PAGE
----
BL RLS MS 23 list

Here is a transcript – any help in decyphering the names by those who know something about nineteenth-century music-publishing would be of interest:

Augener.                 281.                 1,,50                Chil scrap book{?}

8679.                   1,,25

7608.                      50

Peters.                     983 2258.                75    .           Jugend Al[b]um[1]

2118                        50

1482                       50                Grieg.[2]

2301                       50                Schmann.{? }

1071[3]                   50                Hunter.[4]{?}


& thubil{?}  .                376.                 3,,


$9.    50.           [5]

$8           [6]


Note (July 2013): this list happily chimed with the interests of John Russell, who (in addition to the initial reactions logged in the Comments here) then undertook much additional research and has masterfully presented the results on his Music of Robert Louis Stevenson site.

[1] Edition Peters 2301 further down the list is Robert Schumann, Album für die Jugend op. 68 / Kinderszenen op. 15 für Klavier.

[2] Grieg, Nordische Tänze und Volksweisen : für Pianoforte übertragen (Leipzig: C.F. Peters, Edition Peters 1482) — this was the key to interpreting the list!

[3] possibly Rob. Schuman’s Werke / Fur Pianoforte solo revidirt von Alfred Dorffel ; mit fingersatz versehen Richard Schmidt. – Leipzig : C.F.Peters, but no absolute confirmation yet that this is 1071 in the Peters catalogue.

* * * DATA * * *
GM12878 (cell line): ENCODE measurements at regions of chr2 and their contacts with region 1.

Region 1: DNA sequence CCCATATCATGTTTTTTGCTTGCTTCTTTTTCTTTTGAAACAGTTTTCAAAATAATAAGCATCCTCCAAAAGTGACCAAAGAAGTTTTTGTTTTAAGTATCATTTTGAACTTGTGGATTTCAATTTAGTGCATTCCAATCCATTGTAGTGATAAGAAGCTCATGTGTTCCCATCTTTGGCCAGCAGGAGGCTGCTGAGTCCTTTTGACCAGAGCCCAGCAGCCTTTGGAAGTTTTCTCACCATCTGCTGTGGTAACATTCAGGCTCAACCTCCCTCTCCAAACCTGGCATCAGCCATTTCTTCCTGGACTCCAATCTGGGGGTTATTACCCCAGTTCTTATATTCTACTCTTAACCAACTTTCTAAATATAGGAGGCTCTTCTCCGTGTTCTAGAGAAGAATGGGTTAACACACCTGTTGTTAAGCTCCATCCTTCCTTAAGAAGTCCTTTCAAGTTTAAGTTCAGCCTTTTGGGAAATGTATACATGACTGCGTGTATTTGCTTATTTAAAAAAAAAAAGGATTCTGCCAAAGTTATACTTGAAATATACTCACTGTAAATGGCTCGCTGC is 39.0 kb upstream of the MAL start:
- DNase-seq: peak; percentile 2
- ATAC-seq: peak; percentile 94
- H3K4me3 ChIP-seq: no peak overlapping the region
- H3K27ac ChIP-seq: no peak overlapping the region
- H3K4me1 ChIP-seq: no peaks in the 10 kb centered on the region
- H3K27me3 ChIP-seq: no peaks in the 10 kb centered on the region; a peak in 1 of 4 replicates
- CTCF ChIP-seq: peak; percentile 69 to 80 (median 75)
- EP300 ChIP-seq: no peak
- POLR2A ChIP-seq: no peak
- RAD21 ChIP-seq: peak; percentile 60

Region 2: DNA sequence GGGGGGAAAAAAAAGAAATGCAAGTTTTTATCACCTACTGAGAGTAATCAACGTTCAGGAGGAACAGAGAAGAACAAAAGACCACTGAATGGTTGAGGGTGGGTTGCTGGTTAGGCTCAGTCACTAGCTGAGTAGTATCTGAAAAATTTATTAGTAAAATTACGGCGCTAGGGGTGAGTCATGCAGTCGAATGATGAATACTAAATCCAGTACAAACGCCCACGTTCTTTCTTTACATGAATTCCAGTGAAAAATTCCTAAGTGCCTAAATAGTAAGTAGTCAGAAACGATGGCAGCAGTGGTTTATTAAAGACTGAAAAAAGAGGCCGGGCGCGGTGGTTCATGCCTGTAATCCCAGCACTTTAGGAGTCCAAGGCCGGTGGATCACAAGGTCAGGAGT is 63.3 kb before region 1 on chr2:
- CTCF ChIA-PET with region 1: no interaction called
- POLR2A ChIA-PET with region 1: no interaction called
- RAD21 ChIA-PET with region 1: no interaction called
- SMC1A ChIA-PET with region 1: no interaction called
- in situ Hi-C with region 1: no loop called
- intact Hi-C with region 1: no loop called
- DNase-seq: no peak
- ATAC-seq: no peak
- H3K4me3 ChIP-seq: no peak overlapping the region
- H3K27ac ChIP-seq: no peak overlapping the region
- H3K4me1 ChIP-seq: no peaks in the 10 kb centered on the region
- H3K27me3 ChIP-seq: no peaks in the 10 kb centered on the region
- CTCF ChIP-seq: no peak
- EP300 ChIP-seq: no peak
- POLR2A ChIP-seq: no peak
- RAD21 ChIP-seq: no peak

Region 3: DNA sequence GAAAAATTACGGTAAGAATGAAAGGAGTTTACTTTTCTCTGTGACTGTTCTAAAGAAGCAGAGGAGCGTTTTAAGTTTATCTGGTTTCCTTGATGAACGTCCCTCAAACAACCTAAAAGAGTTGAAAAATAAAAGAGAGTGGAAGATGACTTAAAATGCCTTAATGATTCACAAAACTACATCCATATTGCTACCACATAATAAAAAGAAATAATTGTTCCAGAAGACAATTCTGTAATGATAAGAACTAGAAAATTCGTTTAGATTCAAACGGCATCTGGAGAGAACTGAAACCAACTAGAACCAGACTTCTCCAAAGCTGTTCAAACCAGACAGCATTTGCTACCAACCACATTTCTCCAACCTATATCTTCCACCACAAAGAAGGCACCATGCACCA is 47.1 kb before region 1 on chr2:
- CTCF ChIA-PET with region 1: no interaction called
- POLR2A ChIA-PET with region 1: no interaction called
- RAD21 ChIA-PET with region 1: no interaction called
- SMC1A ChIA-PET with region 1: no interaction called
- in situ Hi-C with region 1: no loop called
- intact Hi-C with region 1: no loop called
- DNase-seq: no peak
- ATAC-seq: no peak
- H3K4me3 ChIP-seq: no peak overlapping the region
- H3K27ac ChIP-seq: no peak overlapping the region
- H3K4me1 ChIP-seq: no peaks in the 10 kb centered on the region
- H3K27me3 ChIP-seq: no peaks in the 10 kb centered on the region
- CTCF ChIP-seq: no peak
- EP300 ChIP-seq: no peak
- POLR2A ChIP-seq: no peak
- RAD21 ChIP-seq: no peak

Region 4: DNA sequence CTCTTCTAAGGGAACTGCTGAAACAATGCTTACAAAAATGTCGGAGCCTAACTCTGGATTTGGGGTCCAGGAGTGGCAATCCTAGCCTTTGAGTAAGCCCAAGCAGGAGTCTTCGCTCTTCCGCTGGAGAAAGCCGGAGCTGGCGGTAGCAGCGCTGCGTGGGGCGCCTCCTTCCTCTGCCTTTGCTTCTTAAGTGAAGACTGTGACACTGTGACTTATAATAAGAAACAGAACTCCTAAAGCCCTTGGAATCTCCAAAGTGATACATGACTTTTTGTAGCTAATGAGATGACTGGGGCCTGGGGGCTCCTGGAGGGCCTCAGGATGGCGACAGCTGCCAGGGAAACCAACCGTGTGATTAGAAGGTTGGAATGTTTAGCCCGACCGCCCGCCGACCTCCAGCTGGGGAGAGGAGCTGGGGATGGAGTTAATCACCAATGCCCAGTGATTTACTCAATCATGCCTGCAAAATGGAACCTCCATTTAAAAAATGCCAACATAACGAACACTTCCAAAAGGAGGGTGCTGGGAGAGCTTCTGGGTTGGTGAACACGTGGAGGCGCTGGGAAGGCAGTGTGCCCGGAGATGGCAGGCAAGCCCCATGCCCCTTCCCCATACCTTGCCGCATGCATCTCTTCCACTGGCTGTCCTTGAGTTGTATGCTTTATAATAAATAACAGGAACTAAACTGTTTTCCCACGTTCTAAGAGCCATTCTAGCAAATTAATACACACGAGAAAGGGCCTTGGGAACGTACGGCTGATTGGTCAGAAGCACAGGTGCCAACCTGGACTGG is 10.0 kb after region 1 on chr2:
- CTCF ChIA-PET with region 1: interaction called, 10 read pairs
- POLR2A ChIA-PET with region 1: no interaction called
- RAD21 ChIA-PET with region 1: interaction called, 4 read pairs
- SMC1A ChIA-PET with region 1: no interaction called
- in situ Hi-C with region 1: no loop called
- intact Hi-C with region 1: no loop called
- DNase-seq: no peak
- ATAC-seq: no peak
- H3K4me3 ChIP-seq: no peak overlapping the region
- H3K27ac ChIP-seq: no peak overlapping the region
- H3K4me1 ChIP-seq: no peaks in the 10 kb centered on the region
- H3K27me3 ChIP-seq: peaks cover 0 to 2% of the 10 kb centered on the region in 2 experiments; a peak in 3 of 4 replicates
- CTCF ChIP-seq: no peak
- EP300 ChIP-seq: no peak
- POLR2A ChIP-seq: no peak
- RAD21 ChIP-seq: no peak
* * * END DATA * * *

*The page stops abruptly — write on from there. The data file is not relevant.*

[4] Could this be H. Hunter, US Composer mid 19th Century?

[5] miscalculation: with the deleted top line, the total is $9.

[6] calculated by deducting $1.50 from the previous total.

Written by rdury

13/02/2013 at 4:29 pm

Why doesn’t RLS use ‘which’?

with 5 comments

An unexpected result

In a recent post, I described two statistical comparisons of Stevenson’s essays with other nineteenth-century essays. Both surveys found the least frequent word in Stevenson’s texts in comparison with other writers was, completely unexpectedly, ‘which’.

A closer look

I thought I should look a little closer, so I downloaded the text of My First Book, a collection of articles by professional writers which originally appeared in The Idler and were published together by Chatto & Windus in September 1894. Stevenson’s is the last contribution with ‘My First Book: Treasure Island‘, his last published essay.

This study seems to confirm that RLS uses the word infrequently. The other 21 contributors use ‘which’ 49 times per 10,000 words on average, while the frequency for RLS is 25. Only two others have lower averages: Morley Roberts (who wrote much about his experiences in Australia) and Jerome K. Jerome, with a frequency of 21 each. Notable users of ‘which’ are Mrs. Braddon (91), Bret Harte (81), Conan Doyle (74), James Payn (73), David Christie Murray (71), R.M. Ballantyne (68).